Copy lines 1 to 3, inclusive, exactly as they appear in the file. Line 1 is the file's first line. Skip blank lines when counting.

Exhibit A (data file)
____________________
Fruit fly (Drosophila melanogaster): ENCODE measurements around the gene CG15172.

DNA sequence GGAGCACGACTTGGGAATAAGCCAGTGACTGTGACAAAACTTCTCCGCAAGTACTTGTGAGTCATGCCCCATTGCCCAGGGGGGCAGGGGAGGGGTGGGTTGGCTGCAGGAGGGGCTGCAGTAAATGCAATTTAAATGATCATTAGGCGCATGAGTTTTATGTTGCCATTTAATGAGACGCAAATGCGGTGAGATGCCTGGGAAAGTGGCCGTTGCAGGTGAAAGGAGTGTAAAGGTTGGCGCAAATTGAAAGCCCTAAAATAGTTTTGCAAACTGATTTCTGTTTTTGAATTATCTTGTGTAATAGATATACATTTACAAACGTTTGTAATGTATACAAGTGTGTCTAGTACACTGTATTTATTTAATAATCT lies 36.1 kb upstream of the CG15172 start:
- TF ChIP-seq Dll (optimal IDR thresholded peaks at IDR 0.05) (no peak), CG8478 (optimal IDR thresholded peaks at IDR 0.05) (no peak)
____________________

Fruit fly (Drosophila melanogaster): ENCODE measurements around the gene CG15172.

DNA sequence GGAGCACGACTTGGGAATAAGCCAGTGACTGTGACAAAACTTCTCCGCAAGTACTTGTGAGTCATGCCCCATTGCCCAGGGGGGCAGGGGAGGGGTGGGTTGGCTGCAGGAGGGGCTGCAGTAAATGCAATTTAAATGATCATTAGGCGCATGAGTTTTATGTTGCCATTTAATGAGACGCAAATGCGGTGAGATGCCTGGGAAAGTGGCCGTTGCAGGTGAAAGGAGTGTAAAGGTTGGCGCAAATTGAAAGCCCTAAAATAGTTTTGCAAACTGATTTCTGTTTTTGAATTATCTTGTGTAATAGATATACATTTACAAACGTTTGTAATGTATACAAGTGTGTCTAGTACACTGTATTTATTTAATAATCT lies 36.1 kb upstream of the CG15172 start:
- TF ChIP-seq Dll (optimal IDR thresholded peaks at IDR 0.05) (no peak), CG8478 (optimal IDR thresholded peaks at IDR 0.05) (no peak)